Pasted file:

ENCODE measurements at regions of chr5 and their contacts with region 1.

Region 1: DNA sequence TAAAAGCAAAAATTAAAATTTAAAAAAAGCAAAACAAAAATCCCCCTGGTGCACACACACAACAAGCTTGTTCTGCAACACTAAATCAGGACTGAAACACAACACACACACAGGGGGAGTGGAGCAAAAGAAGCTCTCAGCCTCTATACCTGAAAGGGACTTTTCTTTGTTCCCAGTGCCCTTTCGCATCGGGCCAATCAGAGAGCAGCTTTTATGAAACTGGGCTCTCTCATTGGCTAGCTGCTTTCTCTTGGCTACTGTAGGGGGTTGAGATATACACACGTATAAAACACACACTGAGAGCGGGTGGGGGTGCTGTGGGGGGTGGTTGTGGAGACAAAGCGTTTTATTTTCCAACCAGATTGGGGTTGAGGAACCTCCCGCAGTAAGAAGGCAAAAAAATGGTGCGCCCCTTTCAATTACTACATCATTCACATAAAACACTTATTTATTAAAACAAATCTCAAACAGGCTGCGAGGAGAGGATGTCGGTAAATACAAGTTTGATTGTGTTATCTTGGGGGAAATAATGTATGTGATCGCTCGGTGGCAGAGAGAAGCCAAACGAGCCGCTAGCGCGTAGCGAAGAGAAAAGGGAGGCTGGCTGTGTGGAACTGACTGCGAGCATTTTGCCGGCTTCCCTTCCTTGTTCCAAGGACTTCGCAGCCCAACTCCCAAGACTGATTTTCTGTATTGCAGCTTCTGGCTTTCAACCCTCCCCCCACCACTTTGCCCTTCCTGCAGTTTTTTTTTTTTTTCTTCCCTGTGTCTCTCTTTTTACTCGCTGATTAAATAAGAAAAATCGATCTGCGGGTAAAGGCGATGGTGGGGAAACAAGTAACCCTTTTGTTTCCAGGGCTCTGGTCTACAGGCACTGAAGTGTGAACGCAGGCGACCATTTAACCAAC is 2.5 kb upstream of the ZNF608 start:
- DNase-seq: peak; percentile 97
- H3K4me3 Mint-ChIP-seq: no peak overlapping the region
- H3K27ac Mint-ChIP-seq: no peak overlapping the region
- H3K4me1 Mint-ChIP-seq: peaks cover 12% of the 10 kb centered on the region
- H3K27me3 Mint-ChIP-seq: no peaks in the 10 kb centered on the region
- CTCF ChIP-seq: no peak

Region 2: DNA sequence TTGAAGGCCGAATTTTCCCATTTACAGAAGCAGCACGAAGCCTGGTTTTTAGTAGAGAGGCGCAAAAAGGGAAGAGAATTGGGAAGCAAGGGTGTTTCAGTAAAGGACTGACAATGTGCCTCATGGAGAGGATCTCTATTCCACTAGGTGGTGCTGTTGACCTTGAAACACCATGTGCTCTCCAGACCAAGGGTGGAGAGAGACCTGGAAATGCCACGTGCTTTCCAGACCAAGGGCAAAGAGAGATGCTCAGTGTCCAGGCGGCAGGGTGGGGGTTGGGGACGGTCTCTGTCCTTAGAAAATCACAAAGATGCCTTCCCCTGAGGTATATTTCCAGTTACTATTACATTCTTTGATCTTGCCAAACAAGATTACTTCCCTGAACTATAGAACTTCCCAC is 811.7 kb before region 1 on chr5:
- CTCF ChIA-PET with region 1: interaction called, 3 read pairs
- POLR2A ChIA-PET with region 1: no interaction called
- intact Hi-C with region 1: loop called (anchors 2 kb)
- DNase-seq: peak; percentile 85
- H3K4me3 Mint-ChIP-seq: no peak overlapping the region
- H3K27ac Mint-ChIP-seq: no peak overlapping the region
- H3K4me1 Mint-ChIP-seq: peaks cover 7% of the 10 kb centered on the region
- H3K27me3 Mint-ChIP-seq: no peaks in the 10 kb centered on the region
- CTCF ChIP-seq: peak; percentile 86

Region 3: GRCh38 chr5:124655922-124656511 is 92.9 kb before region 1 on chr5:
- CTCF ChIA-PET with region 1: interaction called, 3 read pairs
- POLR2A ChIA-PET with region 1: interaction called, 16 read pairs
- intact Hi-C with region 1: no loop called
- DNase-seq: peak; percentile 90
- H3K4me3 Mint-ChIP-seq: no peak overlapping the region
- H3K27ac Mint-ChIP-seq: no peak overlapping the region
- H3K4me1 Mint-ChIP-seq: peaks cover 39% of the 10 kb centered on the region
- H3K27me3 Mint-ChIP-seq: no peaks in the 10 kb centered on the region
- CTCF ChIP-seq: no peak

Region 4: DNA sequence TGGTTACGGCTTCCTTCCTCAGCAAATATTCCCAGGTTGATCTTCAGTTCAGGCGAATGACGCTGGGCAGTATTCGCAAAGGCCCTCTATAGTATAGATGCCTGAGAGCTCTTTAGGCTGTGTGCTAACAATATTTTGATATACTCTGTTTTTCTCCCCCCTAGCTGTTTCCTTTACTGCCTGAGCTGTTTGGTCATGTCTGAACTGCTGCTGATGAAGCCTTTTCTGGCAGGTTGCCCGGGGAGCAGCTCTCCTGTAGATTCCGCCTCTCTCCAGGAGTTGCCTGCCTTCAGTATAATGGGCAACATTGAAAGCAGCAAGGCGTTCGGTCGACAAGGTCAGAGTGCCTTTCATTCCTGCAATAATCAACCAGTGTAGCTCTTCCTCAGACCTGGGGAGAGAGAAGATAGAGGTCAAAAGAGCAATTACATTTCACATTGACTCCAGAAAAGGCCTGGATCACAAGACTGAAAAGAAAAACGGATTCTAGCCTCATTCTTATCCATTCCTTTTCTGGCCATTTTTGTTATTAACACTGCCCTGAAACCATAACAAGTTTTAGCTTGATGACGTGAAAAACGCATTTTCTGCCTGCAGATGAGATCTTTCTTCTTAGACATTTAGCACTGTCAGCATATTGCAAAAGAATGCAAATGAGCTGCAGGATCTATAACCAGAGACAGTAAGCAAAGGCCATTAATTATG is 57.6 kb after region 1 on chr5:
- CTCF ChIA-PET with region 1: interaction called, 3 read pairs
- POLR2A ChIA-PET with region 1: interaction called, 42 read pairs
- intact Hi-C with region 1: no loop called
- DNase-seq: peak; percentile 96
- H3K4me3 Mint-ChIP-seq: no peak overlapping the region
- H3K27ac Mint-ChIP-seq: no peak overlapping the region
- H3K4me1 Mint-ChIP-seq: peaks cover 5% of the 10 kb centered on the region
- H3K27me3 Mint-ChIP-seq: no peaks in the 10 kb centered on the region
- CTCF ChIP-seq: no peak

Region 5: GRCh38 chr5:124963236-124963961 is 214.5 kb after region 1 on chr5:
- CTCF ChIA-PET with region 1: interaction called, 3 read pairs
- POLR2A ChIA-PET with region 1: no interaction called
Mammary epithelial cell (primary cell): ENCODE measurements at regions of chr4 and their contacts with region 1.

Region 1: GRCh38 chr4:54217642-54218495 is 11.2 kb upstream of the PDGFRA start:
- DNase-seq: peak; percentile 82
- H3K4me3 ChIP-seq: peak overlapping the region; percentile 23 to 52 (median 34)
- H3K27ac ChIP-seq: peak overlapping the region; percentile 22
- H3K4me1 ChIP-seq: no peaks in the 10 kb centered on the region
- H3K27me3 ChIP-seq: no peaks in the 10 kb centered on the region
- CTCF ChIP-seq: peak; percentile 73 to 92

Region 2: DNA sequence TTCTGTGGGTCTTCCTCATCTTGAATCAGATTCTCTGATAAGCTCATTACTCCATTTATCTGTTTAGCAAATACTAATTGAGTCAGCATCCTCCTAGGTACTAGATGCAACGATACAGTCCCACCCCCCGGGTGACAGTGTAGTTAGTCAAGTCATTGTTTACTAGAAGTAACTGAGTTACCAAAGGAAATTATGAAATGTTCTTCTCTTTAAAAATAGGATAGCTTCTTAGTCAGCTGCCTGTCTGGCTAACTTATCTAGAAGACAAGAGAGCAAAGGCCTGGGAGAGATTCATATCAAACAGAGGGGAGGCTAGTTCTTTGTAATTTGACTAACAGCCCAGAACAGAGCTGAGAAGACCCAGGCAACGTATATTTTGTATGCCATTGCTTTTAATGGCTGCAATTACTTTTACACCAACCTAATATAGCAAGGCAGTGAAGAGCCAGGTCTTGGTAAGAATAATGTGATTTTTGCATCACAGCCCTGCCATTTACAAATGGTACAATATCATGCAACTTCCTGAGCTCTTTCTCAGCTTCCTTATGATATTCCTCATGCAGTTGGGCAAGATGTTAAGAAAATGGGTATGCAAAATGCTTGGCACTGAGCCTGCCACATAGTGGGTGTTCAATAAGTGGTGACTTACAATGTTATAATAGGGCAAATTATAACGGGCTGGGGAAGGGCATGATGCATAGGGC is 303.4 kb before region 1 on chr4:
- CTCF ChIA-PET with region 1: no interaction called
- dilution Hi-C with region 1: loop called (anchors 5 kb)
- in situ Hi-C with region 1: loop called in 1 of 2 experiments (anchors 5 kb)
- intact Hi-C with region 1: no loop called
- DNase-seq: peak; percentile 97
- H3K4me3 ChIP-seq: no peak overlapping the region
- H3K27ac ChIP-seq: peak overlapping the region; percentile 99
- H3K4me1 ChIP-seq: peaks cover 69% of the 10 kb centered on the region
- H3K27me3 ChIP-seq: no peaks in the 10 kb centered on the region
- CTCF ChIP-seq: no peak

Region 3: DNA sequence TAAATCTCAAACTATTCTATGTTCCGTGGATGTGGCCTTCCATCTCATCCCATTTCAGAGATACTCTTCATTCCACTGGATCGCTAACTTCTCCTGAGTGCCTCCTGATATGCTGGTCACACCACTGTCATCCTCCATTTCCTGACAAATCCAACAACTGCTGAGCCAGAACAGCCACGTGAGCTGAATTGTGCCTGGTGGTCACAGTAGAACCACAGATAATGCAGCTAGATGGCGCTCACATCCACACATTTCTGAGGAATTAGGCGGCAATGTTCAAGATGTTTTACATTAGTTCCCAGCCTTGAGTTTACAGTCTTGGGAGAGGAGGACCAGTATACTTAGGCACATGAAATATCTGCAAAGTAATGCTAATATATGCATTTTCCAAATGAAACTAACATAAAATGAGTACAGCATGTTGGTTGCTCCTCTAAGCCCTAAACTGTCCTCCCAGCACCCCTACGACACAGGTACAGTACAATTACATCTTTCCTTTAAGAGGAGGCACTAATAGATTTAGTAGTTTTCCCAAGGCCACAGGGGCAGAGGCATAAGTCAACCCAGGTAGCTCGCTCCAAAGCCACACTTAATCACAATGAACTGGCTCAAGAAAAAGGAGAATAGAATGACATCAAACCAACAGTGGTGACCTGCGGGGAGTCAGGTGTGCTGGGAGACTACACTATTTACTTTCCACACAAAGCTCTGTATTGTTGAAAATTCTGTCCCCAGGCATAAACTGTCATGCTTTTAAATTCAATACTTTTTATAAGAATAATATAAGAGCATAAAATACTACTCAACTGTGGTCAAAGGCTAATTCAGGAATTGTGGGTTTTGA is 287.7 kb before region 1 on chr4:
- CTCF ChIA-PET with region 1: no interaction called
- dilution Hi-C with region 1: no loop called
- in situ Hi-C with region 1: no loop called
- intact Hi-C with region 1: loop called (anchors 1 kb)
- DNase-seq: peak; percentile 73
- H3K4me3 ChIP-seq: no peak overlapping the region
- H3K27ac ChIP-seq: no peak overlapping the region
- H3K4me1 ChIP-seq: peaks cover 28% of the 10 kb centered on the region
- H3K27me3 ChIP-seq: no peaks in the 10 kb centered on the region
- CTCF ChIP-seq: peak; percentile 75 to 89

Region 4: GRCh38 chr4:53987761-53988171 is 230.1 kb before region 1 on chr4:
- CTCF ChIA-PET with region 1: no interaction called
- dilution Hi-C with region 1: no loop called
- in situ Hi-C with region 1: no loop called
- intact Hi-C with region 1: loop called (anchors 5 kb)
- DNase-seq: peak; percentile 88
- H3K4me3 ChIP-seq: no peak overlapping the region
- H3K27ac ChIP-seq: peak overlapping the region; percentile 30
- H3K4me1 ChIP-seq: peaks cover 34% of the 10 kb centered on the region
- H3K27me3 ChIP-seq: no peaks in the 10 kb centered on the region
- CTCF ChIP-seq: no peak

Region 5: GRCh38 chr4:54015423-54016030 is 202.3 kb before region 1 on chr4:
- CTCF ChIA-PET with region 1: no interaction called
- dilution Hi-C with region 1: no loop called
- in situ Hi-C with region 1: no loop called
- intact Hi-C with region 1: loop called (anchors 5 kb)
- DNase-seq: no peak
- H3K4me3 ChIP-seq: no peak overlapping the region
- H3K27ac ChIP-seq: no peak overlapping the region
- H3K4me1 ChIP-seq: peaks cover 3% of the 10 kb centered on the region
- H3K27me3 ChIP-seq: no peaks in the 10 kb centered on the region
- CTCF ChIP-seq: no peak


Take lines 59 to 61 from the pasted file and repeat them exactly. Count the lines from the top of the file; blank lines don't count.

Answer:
- H3K27me3 ChIP-seq: no peaks in the 10 kb centered on the region
- CTCF ChIP-seq: no peak

Region 3: DNA sequence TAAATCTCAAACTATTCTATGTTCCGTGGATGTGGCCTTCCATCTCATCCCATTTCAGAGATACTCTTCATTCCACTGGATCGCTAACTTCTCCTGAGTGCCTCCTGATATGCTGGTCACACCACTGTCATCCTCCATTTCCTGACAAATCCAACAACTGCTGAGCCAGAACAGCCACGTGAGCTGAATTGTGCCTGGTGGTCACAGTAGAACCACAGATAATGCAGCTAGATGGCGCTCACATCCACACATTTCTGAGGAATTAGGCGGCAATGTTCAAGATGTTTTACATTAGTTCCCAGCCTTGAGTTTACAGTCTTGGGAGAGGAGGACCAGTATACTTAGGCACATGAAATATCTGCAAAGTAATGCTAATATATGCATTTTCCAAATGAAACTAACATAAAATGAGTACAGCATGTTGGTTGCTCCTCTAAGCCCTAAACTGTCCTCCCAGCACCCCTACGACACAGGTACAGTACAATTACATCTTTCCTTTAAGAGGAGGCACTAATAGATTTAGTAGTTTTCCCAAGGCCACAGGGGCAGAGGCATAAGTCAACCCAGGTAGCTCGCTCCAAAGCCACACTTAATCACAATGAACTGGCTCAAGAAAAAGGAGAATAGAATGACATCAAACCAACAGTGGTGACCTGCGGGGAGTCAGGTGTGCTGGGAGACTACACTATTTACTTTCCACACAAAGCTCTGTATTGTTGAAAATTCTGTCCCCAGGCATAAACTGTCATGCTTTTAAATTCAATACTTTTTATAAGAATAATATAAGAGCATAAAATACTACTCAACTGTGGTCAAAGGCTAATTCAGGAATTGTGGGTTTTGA is 287.7 kb before region 1 on chr4: